Connecting Local Business to the Larger Trends that Matter
A Conversation with Kim Moore, Editor of Oregon Business Magazine
After spending five years covering New York financial news, Kim Moore needed a change of pace. As a breaking news reporter, Kim’s job was to cultivate knowledgeable sources among the traders, investors and hedge fund managers working in the corporate loan and high-yield debt markets. These financial sectors were very busy during the mid-2000s, so there was a lot of news to break. During her time with Thomson Reuters, Kim began the publication’s first coverage of the credit default swaps that helped trigger the Great Recession.
Even though she enjoyed her work, the breaking news beat was high-pressure and non-stop. So in 2010, Kim moved to Portland in search of a lifestyle change and a new opportunity to write long-form pieces. In 2014, she took a job as a research editor at Oregon Business magazine. Today, she’s the magazine’s editor, overseeing a print publication and website.
Kim recently sat down with PR Talk host Amy Rosenberg to talk about the Oregon Business editorial philosophy as well as tips for PRs seeking coverage.
A Statewide Presence
Every year, Oregon Business publishes ten themed issues distributed to 20,000 subscribers throughout the state. Beginning in December, Kim works with the magazine’s sales department to develop the themes for the upcoming year. In March, for example, the magazine will focus on real estate, May will cover economic development, and the June issue will dive into energy and the environment.
To accomplish this all, Kim oversees one staff writer and a pool of 10-15 freelancers who write long-form features about each month’s topic. Because her staff and resources are limited, Kim maintains a very organized publication structure. She begins work on each issue three months in advance. As a result, PRs seeking coverage in the magazine should be thinking at least four months ahead. The sales department can provide editorial calendars to anyone interested.
In addition to the print publication, Kim also manages the Oregon Business website, which is updated regularly with short, newsier stories that can be assembled in a day. The magazine also publishes several major lists, including The 100 Best Companies to Work for in Oregon and the 100 Best Green Workplaces in Oregon. In addition, the publication hosts six or seven panels every year on topics like social responsibility and volunteerism in the workplace or how businesses can use social media for marketing themselves.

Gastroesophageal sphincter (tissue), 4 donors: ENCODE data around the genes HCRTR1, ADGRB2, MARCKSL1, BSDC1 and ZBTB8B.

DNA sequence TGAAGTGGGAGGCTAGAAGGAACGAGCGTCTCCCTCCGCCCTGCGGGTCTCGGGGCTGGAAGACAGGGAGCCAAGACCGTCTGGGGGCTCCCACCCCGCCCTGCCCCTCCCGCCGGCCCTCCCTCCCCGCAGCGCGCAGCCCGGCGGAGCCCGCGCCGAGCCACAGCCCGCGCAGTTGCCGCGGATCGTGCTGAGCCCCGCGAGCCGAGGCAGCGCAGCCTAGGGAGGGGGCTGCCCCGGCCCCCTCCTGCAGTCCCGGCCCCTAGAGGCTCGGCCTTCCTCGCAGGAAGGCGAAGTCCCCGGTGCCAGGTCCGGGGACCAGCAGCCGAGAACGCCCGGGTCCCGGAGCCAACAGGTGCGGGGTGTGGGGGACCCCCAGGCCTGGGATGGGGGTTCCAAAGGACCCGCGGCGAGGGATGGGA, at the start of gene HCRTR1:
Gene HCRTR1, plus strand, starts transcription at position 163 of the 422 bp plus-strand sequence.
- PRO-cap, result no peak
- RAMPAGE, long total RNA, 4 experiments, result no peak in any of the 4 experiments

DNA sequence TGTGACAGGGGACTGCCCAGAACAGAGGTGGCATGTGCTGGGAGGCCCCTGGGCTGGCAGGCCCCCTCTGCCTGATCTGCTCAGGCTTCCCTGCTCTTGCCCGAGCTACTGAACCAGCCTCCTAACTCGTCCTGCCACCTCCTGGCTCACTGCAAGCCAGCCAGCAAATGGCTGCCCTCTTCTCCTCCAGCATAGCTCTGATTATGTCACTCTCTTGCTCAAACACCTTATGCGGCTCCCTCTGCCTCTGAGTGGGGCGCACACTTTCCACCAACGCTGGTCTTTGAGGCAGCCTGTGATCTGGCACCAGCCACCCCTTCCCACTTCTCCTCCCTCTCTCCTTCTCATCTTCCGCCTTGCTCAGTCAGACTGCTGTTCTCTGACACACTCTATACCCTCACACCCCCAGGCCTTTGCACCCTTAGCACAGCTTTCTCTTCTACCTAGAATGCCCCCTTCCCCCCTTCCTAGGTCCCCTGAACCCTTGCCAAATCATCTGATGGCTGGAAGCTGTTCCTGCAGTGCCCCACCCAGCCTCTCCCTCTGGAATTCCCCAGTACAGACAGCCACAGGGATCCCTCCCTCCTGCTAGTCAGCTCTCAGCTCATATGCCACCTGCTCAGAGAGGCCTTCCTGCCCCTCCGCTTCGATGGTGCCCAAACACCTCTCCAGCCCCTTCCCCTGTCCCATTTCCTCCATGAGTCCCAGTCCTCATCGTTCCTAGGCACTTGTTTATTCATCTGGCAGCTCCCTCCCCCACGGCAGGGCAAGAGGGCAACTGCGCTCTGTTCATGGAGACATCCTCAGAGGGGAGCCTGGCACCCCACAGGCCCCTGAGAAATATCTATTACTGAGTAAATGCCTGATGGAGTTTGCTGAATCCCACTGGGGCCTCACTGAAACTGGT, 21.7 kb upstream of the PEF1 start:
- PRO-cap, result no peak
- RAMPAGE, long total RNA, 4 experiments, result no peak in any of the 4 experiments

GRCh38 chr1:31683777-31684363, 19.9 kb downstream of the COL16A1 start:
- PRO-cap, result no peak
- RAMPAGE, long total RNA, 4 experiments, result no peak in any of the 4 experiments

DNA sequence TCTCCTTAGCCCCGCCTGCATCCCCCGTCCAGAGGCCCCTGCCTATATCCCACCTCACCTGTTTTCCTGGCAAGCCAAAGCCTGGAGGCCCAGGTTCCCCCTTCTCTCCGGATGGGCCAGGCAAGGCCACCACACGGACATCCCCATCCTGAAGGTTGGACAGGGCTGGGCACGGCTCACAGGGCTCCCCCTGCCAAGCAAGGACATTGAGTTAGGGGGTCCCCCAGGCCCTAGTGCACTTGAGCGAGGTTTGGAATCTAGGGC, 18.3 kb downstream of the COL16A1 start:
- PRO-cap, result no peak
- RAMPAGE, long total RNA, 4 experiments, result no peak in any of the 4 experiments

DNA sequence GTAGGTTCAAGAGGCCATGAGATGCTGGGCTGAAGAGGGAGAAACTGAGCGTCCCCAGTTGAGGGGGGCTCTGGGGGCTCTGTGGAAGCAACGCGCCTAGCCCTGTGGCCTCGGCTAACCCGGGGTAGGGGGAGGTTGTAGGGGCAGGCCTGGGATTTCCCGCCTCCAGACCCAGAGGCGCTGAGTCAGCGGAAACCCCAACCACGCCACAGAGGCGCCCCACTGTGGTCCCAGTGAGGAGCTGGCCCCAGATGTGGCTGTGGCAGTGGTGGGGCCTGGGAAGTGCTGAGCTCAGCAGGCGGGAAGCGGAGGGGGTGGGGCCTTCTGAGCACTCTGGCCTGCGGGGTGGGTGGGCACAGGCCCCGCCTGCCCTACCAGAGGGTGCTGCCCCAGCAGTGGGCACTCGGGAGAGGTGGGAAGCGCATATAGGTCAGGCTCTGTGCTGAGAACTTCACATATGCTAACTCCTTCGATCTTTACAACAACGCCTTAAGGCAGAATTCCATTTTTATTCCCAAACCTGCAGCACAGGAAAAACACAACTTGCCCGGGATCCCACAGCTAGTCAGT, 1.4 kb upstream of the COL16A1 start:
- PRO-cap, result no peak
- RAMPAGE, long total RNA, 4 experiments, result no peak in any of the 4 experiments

During her time leading the magazine, Kim has developed an editorial philosophy that connects broader macroeconomic themes and trends in ways that are relevant to Oregon businesses. For example, June’s theme is energy and the environment. Here in Oregon, legislators are debating cap and trade regulations to combat climate change. So, the June issue will examine this broader cap and trade issue along with the potential impact this new legislation could have on the Oregon economy.
Tips for PRs Seeking Coverage
This focused coverage means PRs will have to work a little harder to gain coverage. During the interview, Kim offered a few tips that might help capture her attention.
- Customize Your Pitch for Each Publication: If you’re a PR seeking coverage in Oregon Business, get the editorial calendar, read the magazine and put a little thought into your pitch before sending it out. Pitches most likely to capture Kim’s attention will say: this is happening, this is why it’s relevant to Oregon business, and this is how it connects to a broader topical theme.
- Pitch Stories from Outside the Metro Area: While Portland and its surrounding communities are the state’s economic heart, Oregon Business has a statewide focus. However, with a small staff, it’s often challenging to uncover the stories happening in areas like Eugene, Corvallis, Bend and rural parts of the state. As a result, Kim will be interested in reading pitches for stories happening outside the metro area.
- Pick Up the Phone: Because we’ve become such a digitized society, very few PRs pick up the phone and call media members. Calling Kim won’t guarantee coverage, but it’s a great way to make a connection and learn a little more about the publication you’re pitching.
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Kim and Amy cover much more during their conversation. Click through to hear more about Kim’s time working in New York and her PR pet peeves. Amy also offers a few valuable pro tips that could take your upcoming pitches to the next level. Don’t forget to subscribe to the PR Talk Podcast on iTunes, Stitcher, Google Play and Spotify. There are more episodes on the way that you won’t want to miss.
About the guest: Kim Moore
Kim Moore is editor of Oregon Business — an awarding-winning monthly business magazine and website. She’s passionate about telling stories that illustrate the opportunities and challenges facing communities and business. Special interests include energy and environment, climate change, science and technology, and innovation.
Connect and follow Kim and Oregon Business on social media:
This episode of PR Talk is brought to you by PRSA Oregon
Throughout Oregon and Southwest Washington, PRSA provides members with networking, mentorship, skill building and professional development opportunities – whether you are a new professional fresh out of college or a skilled expert with 20 years in the industry. Check out PRSAoregon.org for more information on how membership can help you grow and connect.